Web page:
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Professional Burglary Ring On The Loose

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A burglary ring in Tulsa is going to extreme measures in their heists. Tulsa police are trying to solve a string of big time burglaries done by professionals that pick targets carefully, and plan the crimes to the last detail. The thieves drop down through rooftops, tunnel through walls, even crawl through ductwork to get the job done. News On 6 crime reporter Lori Fullbright reports they leave behind no fingerprints, no witnesses and no surveillance tapes.

The most recent target was a Best Buy store near I-44 and Yale. It's a high traffic area, has alarms and surveillance, yet the burglars spent hours in the store making off with tens of thousands of dollars worth of goods. According to police the suspects cut a hole in the stores roof, rappelled down 12 feet to the ceiling of the office, cut a hole in that, defeated the alarm system, took all the surveillance tapes, then loaded up on 40 to 50 laptops, 60 inch plasma televisions and even the store safe.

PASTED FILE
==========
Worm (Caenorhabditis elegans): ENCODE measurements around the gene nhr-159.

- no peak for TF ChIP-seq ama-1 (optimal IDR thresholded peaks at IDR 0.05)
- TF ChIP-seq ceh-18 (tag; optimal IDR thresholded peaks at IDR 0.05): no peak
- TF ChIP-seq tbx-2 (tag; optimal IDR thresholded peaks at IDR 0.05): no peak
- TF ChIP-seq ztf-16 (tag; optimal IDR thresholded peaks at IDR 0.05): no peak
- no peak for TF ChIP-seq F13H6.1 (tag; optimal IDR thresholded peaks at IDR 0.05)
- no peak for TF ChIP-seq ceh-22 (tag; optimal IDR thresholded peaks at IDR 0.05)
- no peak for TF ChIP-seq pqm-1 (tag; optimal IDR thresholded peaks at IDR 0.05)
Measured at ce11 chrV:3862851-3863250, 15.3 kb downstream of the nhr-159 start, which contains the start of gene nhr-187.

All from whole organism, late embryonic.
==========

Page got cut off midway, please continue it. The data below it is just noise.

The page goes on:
Disabling alarms and taking safes are signature trademarks for these burglars, police say. On Christmas Eve 2005 the suspects robbed Letney Jewelers. Police say the thieves tunneled through the wall of an adjacent business, grabbed jewelry and the safe, which they needed a trash truck to remove.

"Were talking 4,000 or 5,000 pound safes they’re pulling out of these businesses," said Detective JJ Gray with the Tulsa Police Department Burglary Unit.

The suspects went through the wall of an Office Depot last December and robbed a Hahn Appliance Center in 2004, taking some 60 appliances.

"A 53 foot trailer, correctly loaded, handles 33 side-by-side refrigerators, so they had some help, and had a large trailer, or several flatbeds, or a box truck," Detective Gray said.

Police believe the same team hit Smith Farm and Garden in August of 2003.

The losses in the robberies have been from $60,000 up to $400,000 per business. And not one stolen item has ever been recovered.

"They're going out of state, they have a buyer before they even do the job, have a buyer for the merchandise and it's moved out immediately," said Gray.

Police are frustrated the burglars keep making such large hauls, but authorities have no evidence that would lead them to an arrest.

"Very skilled, very greedy and that will one day be their downfall," said Detective Gray.

Police believe they know who the burglars are, they just can't prove it. They also believe someone knows who's doing it, and they would love to get that phone call. If you have information on this burglary ring call Crimestooppers at 596-COPS. You can remain anonymous and if your tip leads to an arrest you could earn a cash reward.

Watch the video: Police Track Professional Burglary Ring
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